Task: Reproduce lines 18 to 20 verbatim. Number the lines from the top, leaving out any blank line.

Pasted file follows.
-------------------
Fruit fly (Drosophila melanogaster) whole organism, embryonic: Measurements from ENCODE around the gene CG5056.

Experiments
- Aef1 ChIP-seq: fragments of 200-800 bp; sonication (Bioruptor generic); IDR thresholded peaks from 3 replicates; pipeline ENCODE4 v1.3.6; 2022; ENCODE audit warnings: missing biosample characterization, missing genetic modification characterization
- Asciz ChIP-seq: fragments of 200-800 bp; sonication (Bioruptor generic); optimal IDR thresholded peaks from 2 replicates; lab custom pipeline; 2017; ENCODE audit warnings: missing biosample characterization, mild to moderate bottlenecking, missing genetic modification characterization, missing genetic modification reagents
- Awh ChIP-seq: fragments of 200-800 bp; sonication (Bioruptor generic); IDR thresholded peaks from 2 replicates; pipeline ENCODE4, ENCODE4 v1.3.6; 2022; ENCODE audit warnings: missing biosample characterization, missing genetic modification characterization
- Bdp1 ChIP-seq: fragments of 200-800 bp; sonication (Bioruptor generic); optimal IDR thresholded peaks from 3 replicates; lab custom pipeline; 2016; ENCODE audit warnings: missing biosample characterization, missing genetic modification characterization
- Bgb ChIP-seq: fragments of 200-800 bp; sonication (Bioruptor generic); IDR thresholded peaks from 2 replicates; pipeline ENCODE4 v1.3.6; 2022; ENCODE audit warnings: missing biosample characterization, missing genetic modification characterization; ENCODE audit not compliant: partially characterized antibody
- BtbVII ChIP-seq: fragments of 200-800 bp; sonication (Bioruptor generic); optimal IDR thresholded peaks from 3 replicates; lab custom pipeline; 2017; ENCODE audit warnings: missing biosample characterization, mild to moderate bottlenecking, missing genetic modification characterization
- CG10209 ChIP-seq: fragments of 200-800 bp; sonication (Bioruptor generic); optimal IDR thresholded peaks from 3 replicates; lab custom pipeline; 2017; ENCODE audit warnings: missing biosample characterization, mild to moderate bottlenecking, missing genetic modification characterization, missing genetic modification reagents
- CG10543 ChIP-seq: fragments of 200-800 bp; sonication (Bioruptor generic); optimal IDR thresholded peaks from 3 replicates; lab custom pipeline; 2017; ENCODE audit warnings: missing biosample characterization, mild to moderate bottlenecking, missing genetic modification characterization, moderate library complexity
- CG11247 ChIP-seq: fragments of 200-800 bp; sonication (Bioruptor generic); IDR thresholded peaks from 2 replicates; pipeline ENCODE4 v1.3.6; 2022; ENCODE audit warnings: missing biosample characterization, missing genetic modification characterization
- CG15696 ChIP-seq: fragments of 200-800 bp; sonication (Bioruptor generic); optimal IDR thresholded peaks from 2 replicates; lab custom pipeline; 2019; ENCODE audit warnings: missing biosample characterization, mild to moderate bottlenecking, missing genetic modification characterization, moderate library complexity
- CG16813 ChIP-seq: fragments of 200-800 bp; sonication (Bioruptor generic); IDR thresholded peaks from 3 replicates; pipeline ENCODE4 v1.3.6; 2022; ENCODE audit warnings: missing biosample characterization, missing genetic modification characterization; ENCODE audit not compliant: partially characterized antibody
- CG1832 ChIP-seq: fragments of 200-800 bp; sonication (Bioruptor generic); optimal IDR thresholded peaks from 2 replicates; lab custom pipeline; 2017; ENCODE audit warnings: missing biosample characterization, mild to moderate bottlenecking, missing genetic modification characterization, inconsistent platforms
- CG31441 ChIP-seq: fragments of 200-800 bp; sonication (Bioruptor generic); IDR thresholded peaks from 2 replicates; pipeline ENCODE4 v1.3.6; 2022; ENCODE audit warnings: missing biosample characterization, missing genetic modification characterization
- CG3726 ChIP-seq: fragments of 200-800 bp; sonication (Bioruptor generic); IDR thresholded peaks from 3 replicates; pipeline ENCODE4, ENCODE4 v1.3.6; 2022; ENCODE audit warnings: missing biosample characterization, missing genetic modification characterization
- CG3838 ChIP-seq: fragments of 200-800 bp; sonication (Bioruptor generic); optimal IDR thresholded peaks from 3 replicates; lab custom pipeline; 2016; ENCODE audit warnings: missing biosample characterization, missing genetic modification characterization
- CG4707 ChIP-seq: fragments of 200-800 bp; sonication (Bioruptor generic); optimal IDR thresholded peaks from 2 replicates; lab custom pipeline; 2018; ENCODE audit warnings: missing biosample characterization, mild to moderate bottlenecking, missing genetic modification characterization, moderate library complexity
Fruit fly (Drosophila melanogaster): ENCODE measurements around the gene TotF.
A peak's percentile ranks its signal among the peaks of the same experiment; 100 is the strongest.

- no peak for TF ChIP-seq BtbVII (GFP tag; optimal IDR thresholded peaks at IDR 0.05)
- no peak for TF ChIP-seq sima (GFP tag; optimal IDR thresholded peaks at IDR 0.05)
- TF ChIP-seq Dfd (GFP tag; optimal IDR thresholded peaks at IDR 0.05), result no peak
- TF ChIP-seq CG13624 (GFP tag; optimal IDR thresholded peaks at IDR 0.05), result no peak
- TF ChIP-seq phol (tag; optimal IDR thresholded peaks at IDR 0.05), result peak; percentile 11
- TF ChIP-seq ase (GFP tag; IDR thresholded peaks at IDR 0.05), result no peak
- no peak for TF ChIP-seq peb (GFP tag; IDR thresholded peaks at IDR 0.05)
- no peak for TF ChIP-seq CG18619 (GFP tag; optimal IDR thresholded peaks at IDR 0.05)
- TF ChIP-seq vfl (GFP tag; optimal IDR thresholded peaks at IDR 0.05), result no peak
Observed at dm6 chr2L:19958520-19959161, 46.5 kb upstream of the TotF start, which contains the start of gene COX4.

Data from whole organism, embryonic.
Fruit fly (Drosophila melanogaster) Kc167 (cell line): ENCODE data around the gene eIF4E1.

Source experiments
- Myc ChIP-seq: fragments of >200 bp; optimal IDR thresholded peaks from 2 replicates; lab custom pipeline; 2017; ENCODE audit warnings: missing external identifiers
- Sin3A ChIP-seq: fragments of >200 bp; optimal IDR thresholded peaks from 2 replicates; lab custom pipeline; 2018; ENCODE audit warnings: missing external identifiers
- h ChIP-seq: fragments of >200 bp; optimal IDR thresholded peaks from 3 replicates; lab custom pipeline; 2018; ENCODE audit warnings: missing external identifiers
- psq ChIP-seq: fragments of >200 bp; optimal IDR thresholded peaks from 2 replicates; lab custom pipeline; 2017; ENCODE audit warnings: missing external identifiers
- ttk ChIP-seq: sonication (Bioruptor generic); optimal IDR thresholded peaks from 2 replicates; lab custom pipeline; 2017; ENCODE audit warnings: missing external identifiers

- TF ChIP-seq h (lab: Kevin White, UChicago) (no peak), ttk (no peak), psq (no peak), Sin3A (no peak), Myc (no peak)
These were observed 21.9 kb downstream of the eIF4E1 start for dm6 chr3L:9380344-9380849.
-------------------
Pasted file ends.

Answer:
- CG4707 ChIP-seq: fragments of 200-800 bp; sonication (Bioruptor generic); optimal IDR thresholded peaks from 2 replicates; lab custom pipeline; 2018; ENCODE audit warnings: missing biosample characterization, mild to moderate bottlenecking, missing genetic modification characterization, moderate library complexity
Fruit fly (Drosophila melanogaster): ENCODE measurements around the gene TotF.
A peak's percentile ranks its signal among the peaks of the same experiment; 100 is the strongest.